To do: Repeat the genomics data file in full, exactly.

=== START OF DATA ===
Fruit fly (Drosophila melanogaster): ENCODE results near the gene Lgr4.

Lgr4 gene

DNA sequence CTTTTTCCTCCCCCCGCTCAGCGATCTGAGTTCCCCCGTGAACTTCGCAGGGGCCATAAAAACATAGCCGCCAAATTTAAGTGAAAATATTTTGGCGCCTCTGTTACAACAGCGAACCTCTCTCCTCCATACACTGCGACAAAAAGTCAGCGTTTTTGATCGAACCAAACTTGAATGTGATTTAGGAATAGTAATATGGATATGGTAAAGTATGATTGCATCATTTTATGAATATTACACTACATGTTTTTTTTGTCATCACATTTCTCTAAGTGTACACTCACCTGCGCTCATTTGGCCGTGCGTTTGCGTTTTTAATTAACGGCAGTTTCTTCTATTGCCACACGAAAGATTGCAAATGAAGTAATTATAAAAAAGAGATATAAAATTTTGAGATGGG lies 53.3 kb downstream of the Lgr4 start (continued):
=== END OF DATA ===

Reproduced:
Fruit fly (Drosophila melanogaster): ENCODE results near the gene Lgr4.

Lgr4 gene

DNA sequence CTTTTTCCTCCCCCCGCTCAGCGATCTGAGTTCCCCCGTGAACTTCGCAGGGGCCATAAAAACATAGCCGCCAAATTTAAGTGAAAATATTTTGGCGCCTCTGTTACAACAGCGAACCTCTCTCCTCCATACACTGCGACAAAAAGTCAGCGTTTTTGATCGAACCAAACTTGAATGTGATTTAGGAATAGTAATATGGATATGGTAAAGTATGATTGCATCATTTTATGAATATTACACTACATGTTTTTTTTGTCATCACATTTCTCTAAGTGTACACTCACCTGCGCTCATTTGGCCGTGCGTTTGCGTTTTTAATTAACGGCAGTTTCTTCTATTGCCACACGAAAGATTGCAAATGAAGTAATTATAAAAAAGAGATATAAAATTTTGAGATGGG lies 53.3 kb downstream of the Lgr4 start (continued):